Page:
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Citizens show support after storm damage

All-day concert coming back in 2024 with Signal Hill headlining


Despite significant storm damage to event infrastructure, organizers of Hantsport’s popular summertime music festival already have their sights set on 2024.

Raye Myles, the president of the Hantsport Music Festival, held a meeting on Sept. 7 to explain the impact of the July storm and to give back to volunteers.

“We didn’t have a music festival this year. It was a rough weekend … with the storm, with the loss of life in the area. We got off very lucky. There’s people who will never recover from that weekend,” said Myles of the July 21-22 storm that dumped three months’ worth of rain in one day, resulting in flash floods throughout Hants County.

Festival volunteers had been at Foundry Field on the Friday night, ensuring everything was set up and ready to go for the annual outdoor fundraising concert. It looked perfect, Myles recalled.

And then the storm hit late

night. that

“We lost some of our infrastructure that night because of the heavy rains. We had tents collapse,” he said.

The board made the decision to cancel the Saturday festival. They announced the decision on Facebook, and almost immediately, some pre-sold ticket holders began requesting refunds.

Given that the festival doesn’t make money — it covers expenses and donates any profit to local charities — Myles responded on social media.

“Please keep in mind the fact that we are a not-forprofit group that is here to support the community,” Myles wrote on Facebook

July 22. “There are fixed costs associated with putting an event like this on — advertising, printing and other hard costs that we still need to pay. We lost $7,000 worth of tents last night that we will need to replace before the 2024 festival.”

After posting this information, it wasn’t long before the community rallied together to help the group.

One commenter on Facebook said they couldn’t attend this year so they didn’t buy a ticket but they’d “happily buy one now if it’s helpful.”

Another commenter said, “when we buy tickets to this event, we know that the after-expense money goes to charity. Cut and dry. That’s the deal. Mother Nature decided there will be no entertainment this year. Yeah, it sucks but it happens. We survived the storm.”

Myles told the crowd gathered at the Hantsport Memorial Community Centre (HMCC) Sept. 7 how moved he was by people pulling together to help support the cause.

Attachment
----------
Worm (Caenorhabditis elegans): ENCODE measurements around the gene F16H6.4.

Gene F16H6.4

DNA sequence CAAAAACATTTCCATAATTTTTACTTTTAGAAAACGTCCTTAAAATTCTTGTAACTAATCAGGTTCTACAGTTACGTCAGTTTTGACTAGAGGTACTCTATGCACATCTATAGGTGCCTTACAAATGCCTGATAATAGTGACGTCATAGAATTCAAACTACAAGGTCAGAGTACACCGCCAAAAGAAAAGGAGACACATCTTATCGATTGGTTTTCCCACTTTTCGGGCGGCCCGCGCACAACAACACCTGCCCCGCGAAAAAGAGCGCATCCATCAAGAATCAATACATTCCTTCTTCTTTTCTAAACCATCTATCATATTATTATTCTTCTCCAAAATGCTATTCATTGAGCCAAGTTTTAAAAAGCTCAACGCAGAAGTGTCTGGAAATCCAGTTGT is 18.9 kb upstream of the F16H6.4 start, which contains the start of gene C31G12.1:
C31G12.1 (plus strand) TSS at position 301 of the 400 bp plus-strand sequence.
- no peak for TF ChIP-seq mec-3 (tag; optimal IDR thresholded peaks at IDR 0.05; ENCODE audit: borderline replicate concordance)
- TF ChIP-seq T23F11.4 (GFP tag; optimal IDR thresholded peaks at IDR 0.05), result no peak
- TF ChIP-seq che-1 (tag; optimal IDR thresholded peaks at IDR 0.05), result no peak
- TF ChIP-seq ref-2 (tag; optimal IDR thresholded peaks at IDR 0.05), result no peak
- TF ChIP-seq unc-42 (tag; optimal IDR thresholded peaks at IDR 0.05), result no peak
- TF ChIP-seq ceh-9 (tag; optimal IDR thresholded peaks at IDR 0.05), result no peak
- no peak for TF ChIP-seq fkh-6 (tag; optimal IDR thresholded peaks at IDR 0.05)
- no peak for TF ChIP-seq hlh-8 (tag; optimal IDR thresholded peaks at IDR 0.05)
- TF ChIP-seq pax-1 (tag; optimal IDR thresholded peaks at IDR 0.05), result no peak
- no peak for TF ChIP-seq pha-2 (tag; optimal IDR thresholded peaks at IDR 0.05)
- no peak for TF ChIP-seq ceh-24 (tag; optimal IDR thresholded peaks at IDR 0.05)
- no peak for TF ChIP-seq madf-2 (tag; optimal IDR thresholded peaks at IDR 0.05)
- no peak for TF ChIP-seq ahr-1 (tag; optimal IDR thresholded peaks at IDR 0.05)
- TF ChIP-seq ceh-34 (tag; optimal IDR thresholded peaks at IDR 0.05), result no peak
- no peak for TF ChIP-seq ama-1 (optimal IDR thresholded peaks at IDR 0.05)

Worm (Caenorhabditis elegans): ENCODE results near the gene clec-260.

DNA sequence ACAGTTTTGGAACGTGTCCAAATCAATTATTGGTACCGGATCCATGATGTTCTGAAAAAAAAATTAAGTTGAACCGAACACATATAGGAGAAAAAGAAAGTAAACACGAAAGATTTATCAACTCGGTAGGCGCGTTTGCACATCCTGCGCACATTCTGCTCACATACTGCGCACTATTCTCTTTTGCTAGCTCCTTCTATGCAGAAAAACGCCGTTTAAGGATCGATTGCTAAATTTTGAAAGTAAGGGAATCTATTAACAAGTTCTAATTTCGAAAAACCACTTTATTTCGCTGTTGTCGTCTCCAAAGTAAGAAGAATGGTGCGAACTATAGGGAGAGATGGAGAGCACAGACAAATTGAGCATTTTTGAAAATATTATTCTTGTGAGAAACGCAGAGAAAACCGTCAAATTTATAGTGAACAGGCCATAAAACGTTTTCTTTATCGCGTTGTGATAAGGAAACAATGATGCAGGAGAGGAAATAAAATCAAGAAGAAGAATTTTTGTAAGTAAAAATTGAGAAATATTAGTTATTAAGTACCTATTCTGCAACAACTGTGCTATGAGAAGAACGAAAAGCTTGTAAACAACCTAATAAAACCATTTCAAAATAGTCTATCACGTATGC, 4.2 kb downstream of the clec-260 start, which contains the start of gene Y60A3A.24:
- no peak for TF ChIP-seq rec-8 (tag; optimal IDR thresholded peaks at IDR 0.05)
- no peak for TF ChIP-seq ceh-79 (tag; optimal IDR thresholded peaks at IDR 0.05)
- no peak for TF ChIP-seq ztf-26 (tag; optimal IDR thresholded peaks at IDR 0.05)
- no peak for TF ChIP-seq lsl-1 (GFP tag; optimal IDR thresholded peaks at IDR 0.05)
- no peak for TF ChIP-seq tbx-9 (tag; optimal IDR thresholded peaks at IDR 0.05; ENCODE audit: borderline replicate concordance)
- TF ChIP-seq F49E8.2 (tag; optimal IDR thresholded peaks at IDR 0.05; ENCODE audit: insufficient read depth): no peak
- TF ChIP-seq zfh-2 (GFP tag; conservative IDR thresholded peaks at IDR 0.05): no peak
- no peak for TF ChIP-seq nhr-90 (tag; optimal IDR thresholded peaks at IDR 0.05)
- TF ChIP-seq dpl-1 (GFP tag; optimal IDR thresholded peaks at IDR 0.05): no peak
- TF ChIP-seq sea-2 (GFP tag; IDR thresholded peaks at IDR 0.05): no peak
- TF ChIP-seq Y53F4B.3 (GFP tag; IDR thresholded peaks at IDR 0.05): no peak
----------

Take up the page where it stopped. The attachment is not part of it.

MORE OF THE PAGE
“Within the next week, we had thousands of dollars sent to us,” said Myles. “People would just say, ‘this is what we planned on spending that day, here, take it.’ So, we were able to replace the damaged infrastructure, which came to over $7,000 by the time we replaced it.”

And, they were able to donate $5,580.15, split five ways, to Hantsport-area charities. Representatives from each organization were on hand Sept. 7 to receive $1,116.03.

The money went to the Hantsport and Area Community Food Bank, Hantsport and Area Historical Society,

Integrity Cheer Empire, HMCC, and Hantsport School.

Additionally, $200 was given to the Hantsport School that was raised during a July 1 bike run.


The first music festival was held in 2014. It was the brain child of Chris Cuvilier, Kevin Guptell and Fred Martin. That first year, Myles was a sponsor.

“It was to bring people home to celebrate Hantsport,” said Myles.

“Of course, we know what happened in 2015, with Hantsport no longer being a town. And that’s really what drove this in the beginning — (it) was to remind people that we’re still a community, and we’re still Hantsport. It’s the place we all grew up.”

With that in mind, 2024 marks the 10th anniversary of the first festival. Myles said the group is looking to get back to its roots. Organizers are hoping to market it as a homecoming — and encouraging people who moved away to make summer plans to come home for a visit.

“That first year we had people from every province in the country come home. We had somebody from Hawaii, we had people from Florida,” said Myles. “So, it really drew people that first year and it was a lot of fun.”

He’s hoping 2024 will capture that magic once more.

All but one band has been booked to play the July 27 concert. Signal Hill will be returning as the headliner.

“They’ve always been popular. They put on a great show. People like them,” said Myles.

After a brief break, the Hantsport Music Festival board will update the Facebook page and website to reflect the 2024 event and more details will be made public. Going forward, Myles said the music festival will be held on the fourth Saturday in July so as to not interfere with another Hants County music festival on Kempt Shore.

Myles is hopeful that in 2024, the show won’t be cancelled due to weather or illness (like it was during COVID).

“Hopefully next year Mother Nature finally agrees to work with us.”


For more information on the 2024 Hantsport Music Festival, visit or follow them on Facebook.





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